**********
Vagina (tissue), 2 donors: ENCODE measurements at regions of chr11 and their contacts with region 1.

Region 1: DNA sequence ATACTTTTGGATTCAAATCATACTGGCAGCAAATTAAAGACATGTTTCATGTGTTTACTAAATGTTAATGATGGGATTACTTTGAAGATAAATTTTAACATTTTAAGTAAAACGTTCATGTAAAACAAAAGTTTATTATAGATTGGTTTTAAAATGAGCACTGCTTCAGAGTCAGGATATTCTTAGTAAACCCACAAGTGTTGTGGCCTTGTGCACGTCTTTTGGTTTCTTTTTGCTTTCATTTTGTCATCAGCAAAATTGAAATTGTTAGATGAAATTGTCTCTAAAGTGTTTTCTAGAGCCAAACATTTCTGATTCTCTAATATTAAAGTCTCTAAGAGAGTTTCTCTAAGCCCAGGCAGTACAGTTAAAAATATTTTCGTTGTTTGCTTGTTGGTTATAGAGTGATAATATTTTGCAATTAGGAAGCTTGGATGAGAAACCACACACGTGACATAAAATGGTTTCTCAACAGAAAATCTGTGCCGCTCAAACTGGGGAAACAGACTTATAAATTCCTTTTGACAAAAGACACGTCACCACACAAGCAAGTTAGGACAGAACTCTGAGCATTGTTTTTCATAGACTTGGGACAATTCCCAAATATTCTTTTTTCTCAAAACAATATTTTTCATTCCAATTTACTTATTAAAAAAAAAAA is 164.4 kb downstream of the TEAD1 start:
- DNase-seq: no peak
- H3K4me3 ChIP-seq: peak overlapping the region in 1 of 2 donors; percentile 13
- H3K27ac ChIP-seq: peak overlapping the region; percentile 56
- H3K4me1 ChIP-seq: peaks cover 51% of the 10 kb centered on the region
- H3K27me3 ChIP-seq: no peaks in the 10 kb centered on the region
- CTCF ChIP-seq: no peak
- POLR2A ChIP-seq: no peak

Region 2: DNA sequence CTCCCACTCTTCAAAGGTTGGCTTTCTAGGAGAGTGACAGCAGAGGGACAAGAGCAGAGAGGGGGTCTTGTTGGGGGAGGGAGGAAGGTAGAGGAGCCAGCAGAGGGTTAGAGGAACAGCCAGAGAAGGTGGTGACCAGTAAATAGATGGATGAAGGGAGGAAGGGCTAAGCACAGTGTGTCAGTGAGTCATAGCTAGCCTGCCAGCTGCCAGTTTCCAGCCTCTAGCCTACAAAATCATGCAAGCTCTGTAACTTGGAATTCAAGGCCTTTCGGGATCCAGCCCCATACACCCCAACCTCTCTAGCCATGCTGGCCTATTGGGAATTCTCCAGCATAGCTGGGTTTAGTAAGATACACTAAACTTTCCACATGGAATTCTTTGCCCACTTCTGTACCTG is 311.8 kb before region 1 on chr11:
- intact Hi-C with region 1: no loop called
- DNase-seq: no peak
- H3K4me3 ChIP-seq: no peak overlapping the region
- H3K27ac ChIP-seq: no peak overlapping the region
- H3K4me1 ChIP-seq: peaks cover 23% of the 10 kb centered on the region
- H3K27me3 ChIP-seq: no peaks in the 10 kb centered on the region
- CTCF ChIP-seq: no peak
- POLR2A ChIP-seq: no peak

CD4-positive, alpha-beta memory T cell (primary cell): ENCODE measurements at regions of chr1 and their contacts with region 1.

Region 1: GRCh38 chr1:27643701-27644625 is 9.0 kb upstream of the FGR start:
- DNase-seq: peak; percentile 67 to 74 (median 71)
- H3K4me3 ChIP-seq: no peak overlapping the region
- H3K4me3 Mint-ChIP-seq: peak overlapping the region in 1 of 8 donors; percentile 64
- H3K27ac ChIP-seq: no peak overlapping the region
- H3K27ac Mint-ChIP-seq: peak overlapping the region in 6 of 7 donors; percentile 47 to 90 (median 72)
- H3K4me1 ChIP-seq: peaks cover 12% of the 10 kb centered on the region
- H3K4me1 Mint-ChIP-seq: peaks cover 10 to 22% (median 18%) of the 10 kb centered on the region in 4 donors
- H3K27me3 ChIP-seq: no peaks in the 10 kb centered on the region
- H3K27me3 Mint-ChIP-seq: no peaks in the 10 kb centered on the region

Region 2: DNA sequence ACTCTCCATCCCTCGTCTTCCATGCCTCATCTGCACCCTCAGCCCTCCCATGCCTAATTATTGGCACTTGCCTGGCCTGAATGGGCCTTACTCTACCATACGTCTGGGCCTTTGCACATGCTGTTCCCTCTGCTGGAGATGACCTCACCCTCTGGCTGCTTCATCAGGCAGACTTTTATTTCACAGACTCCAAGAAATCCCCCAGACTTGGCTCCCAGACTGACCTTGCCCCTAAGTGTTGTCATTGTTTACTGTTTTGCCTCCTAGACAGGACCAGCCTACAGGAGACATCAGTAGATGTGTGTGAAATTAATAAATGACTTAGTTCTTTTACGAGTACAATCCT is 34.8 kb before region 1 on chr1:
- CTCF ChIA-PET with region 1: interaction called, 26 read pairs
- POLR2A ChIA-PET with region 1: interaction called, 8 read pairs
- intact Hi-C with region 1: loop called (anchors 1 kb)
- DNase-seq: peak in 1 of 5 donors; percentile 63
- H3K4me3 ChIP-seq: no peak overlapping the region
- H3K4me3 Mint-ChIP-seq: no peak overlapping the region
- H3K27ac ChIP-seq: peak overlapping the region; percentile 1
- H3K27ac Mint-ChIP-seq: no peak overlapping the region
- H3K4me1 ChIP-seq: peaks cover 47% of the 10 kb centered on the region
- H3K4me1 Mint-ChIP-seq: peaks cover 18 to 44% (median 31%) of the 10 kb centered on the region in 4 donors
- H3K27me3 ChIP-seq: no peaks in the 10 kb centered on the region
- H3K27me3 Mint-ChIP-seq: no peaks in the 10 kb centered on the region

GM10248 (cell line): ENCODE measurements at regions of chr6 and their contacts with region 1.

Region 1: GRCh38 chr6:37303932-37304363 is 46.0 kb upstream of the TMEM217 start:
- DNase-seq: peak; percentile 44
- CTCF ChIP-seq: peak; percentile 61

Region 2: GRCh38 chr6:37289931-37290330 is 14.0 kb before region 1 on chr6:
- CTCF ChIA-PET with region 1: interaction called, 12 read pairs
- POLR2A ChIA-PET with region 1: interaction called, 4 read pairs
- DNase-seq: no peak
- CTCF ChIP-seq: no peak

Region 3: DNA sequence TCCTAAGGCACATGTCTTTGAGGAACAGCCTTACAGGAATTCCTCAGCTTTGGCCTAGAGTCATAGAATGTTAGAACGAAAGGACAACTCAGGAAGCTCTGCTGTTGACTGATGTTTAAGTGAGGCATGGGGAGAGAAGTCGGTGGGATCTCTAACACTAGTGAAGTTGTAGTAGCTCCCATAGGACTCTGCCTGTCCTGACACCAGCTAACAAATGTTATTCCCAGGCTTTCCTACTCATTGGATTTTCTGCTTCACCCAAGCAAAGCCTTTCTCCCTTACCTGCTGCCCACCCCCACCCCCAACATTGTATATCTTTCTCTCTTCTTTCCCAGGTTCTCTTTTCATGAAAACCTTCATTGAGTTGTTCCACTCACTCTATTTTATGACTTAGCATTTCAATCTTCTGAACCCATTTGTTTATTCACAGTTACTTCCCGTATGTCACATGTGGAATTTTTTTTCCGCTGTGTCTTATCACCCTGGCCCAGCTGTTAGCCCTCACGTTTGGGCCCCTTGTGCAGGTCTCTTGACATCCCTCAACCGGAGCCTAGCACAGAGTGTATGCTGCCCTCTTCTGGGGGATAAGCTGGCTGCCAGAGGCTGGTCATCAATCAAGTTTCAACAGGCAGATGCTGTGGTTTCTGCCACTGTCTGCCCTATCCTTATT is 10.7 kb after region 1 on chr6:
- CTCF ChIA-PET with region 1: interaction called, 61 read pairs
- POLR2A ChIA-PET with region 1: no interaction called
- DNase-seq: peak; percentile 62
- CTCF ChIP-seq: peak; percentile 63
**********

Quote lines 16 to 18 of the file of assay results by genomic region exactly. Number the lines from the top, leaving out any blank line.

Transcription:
- H3K27me3 ChIP-seq: no peaks in the 10 kb centered on the region
- CTCF ChIP-seq: no peak
- POLR2A ChIP-seq: no peak